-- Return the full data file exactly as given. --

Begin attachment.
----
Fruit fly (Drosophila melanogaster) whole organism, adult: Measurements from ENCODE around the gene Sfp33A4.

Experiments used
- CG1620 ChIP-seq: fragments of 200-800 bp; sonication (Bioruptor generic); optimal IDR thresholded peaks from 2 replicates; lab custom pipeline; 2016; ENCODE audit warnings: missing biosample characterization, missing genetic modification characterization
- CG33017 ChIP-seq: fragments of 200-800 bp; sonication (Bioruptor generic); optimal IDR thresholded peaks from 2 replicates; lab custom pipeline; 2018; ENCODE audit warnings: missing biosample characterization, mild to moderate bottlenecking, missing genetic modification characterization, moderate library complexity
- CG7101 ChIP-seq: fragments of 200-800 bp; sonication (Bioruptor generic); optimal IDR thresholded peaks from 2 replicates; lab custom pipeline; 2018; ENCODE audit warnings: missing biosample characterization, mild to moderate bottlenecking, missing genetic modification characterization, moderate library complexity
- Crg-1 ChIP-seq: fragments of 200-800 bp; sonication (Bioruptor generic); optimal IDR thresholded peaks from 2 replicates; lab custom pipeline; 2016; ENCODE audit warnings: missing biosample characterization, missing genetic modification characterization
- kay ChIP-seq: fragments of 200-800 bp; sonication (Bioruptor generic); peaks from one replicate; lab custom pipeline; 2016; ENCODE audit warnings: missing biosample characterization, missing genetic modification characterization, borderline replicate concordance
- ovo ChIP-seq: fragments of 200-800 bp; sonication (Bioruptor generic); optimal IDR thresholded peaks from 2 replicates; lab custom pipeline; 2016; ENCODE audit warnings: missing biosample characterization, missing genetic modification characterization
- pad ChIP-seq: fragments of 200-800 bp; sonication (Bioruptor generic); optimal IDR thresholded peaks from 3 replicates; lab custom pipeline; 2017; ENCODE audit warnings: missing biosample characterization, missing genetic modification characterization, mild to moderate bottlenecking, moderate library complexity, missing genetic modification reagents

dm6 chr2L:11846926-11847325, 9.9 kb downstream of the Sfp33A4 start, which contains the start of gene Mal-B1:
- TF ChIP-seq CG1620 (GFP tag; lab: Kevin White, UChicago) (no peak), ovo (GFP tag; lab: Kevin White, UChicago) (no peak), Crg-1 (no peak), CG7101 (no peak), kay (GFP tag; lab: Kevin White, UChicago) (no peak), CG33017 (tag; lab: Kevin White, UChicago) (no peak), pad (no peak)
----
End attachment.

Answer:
Fruit fly (Drosophila melanogaster) whole organism, adult: Measurements from ENCODE around the gene Sfp33A4.

Experiments used
- CG1620 ChIP-seq: fragments of 200-800 bp; sonication (Bioruptor generic); optimal IDR thresholded peaks from 2 replicates; lab custom pipeline; 2016; ENCODE audit warnings: missing biosample characterization, missing genetic modification characterization
- CG33017 ChIP-seq: fragments of 200-800 bp; sonication (Bioruptor generic); optimal IDR thresholded peaks from 2 replicates; lab custom pipeline; 2018; ENCODE audit warnings: missing biosample characterization, mild to moderate bottlenecking, missing genetic modification characterization, moderate library complexity
- CG7101 ChIP-seq: fragments of 200-800 bp; sonication (Bioruptor generic); optimal IDR thresholded peaks from 2 replicates; lab custom pipeline; 2018; ENCODE audit warnings: missing biosample characterization, mild to moderate bottlenecking, missing genetic modification characterization, moderate library complexity
- Crg-1 ChIP-seq: fragments of 200-800 bp; sonication (Bioruptor generic); optimal IDR thresholded peaks from 2 replicates; lab custom pipeline; 2016; ENCODE audit warnings: missing biosample characterization, missing genetic modification characterization
- kay ChIP-seq: fragments of 200-800 bp; sonication (Bioruptor generic); peaks from one replicate; lab custom pipeline; 2016; ENCODE audit warnings: missing biosample characterization, missing genetic modification characterization, borderline replicate concordance
- ovo ChIP-seq: fragments of 200-800 bp; sonication (Bioruptor generic); optimal IDR thresholded peaks from 2 replicates; lab custom pipeline; 2016; ENCODE audit warnings: missing biosample characterization, missing genetic modification characterization
- pad ChIP-seq: fragments of 200-800 bp; sonication (Bioruptor generic); optimal IDR thresholded peaks from 3 replicates; lab custom pipeline; 2017; ENCODE audit warnings: missing biosample characterization, missing genetic modification characterization, mild to moderate bottlenecking, moderate library complexity, missing genetic modification reagents

dm6 chr2L:11846926-11847325, 9.9 kb downstream of the Sfp33A4 start, which contains the start of gene Mal-B1:
- TF ChIP-seq CG1620 (GFP tag; lab: Kevin White, UChicago) (no peak), ovo (GFP tag; lab: Kevin White, UChicago) (no peak), Crg-1 (no peak), CG7101 (no peak), kay (GFP tag; lab: Kevin White, UChicago) (no peak), CG33017 (tag; lab: Kevin White, UChicago) (no peak), pad (no peak)